AOL Buys TechCrunch in Second Major Deal of Day

Purchase of popular tech blog for “north of $50M” comes right on top of $50M purchase of 5min Media

Last Updated: September 29, 2010 @ 8:44 PM

AOL is on the move.

On Tuesday, the faltering portal announced two major deals, each worth close to $50 million, and each part of the company's pronounced effort to bolster its original content offerings.

First, AOL announced that it had acquired 5min Media — a company that bills itself as “the Web's largest video syndication platform” — in a deal worth between $50 million and $65 million.

AOL then announced an agreement to acquire TechCrunch, the industry-leading blog covering Silicon Valley startups and attempted Silicon Alley turnarounds — including its own. TechCrunch attracts about 2.3 million unique visitors per month, according to Compete.com.

That deal came Less than 24 hours after rumors swirled that the portal was close to buying the blog and conference business launched by Michael Arrington in 2005 [right]. The merger was announced onstage at TechCrunch’s Disrupt conference in San Francisco by Tim Armstrong, AOL’s chief executive. (Armstrong also confirmed the deal in a post on TechCrunch carrying the headline "We Got TechCrunch!")

Terms were not disclosed, though a source with knowledge of the agreement told TheWrap it was worth north of $50 million. (CNBC is reporting the deal is worth closer to $40 million, though, as Business Insider notes, the reported numbers may or may not include an earnout.)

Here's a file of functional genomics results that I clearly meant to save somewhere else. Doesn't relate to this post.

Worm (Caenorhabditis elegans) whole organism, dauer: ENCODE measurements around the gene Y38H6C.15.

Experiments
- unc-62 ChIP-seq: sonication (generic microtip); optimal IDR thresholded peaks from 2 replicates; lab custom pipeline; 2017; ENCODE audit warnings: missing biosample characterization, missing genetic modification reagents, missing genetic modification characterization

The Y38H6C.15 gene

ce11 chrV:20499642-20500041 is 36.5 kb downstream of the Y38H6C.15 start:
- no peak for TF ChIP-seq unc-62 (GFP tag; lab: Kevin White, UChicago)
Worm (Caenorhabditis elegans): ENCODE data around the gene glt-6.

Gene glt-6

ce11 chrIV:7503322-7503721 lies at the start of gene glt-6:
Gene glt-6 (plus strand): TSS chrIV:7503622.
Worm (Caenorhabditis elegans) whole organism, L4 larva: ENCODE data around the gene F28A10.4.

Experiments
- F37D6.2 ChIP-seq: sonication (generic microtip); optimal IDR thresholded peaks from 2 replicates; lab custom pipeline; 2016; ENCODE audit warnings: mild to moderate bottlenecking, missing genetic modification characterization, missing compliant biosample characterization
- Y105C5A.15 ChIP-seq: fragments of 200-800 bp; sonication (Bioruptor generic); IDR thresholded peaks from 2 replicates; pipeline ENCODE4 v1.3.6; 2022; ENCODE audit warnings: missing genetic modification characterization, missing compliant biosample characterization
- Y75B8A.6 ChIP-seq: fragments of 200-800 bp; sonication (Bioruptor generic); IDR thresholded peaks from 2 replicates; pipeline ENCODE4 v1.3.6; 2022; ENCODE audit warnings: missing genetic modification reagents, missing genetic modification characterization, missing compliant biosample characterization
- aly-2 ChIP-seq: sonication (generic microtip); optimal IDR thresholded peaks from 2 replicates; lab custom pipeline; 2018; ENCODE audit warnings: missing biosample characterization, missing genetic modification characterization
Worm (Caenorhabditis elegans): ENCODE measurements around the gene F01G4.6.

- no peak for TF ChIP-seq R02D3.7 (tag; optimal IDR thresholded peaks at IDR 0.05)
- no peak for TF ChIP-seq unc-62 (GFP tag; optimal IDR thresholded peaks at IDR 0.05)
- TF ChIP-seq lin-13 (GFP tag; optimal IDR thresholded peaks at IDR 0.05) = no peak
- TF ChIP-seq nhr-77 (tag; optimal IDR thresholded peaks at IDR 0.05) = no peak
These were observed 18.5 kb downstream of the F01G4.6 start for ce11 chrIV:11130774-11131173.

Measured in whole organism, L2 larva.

In TechCrunch, AOL gets Arrington, an influential — if divisive — figure and voice in Silicon Valley. (Arrington said on Tuesday that, as part of the agreement, he will stay at TechCrunch for at least three years.) AOL also gets Crunchbase, TC's popular database of tech startups. RELATED: See Arrington's post, "Why We Sold TechCrunch to AOL."

Both moves are part of an original content push ushered in by Armstrong, following AOL's spin-off from Time Warner in December. In January, AOL bought StudioNow, another online video platform, for $36.5 million. (Also on Tuesday, AOL announced a third acquisition — buying Thing Labs Inc., a company that produces social media software that AOL plans to integrate into its Lifestream social aggregator.)

In June, AOL announced an original content strategy that would include the hiring of "hundreds" of journalists. David Eun, president of AOL's media and studios division, told Ad Age:  “We are going to be the largest net hirer of journalists in the world next year."

But the aggressive moves have yet to bear fruit financially. In August AOL posted a billion-dollar second quarter loss.  The Web company’s revenue fell 26 percent to $584.1 million, which AOL attributed, in part, to a drop in advertising. (Overall, ad revenue fell 27 percent to $260.2 million.) The company also incurred a goodwill impairment charge of $1.4 billion related to the sale of its Bebo unit, the social network it offloaded during the quarter.

This isn’t the first time AOL has been close to nabbing TechCrunch. According to Media Memo, one pre-Armstrong-era deal fell apart when the price tag got too high. "When the talk got into the $30, $40 million range, AOL just kind of choked," a person "familiar with the discussion” told Peter Kafka.

Release below. More to come.

AOL TO ACQUIRE TECHCRUNCH NETWORK OF SITES

Leading Authority on Tech News Will Expand AOL's Growing Offering of World-Class, Audience-Relevant Content

San Francisco, CA, September 28, 2010 – AOL Inc. [NYSE: AOL] today announced that it has agreed to acquire TechCrunch, Inc., the company that owns and operates TechCrunch and its network of websites dedicated to technology news, information and analysis.  TechCrunch and its associated properties and conferences will join the AOL Technology Network while retaining their editorial independence, further bolstering AOL's position as one of the world's leading providers of high-quality, tech-oriented content.  The announcement will be made on stage at TechCrunch Disrupt in San Francisco, CA.